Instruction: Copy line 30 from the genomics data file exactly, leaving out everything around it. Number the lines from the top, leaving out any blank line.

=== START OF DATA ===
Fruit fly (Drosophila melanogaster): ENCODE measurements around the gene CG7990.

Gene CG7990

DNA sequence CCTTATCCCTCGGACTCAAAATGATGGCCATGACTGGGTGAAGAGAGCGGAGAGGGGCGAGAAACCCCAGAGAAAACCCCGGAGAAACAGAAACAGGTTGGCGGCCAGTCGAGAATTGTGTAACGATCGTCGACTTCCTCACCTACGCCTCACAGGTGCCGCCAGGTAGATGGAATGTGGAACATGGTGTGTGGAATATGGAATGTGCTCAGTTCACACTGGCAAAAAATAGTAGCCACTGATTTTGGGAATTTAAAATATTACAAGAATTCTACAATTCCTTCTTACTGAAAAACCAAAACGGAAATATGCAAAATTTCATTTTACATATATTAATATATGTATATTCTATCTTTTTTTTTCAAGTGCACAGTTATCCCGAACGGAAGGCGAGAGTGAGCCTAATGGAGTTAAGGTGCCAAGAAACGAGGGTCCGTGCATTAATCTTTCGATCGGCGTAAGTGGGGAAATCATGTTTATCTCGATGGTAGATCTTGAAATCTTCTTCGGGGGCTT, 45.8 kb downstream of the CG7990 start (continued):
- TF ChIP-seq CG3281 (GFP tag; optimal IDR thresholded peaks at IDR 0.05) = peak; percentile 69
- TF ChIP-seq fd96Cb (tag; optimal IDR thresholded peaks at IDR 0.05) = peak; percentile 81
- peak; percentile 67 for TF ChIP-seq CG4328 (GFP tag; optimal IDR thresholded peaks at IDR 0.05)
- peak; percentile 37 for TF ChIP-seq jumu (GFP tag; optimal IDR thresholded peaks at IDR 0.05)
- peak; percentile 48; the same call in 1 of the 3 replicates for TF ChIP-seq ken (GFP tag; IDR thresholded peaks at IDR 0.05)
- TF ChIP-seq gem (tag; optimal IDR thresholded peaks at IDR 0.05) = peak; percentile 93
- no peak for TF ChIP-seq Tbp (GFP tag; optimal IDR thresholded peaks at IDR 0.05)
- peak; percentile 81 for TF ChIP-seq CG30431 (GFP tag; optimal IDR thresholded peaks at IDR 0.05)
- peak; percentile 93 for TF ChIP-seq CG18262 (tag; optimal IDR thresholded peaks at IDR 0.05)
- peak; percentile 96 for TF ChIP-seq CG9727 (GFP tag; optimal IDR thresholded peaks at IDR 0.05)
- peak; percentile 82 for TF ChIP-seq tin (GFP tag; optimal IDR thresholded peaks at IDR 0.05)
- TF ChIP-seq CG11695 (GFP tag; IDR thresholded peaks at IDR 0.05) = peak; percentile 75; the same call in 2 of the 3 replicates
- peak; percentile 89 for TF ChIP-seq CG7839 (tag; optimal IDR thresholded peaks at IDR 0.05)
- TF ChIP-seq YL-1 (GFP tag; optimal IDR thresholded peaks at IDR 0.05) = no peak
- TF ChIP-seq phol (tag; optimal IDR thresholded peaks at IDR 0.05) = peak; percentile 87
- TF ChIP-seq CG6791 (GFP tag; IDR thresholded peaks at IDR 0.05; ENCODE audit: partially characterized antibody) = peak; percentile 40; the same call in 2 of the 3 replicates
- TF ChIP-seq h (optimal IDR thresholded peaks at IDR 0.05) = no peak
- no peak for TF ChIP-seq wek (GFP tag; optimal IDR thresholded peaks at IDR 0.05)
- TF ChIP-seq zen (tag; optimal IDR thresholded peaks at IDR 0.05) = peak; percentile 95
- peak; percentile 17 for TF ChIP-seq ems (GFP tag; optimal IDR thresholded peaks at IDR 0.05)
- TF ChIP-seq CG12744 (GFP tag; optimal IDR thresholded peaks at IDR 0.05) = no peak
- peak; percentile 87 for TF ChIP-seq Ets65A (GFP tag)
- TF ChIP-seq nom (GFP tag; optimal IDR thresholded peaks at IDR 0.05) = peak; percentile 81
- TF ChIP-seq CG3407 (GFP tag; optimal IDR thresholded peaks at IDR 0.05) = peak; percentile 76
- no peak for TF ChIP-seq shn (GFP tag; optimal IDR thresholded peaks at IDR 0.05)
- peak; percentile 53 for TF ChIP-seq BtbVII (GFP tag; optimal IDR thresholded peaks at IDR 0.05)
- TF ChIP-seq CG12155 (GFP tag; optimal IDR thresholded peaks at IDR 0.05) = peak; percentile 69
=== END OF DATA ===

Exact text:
- TF ChIP-seq CG12155 (GFP tag; optimal IDR thresholded peaks at IDR 0.05) = peak; percentile 69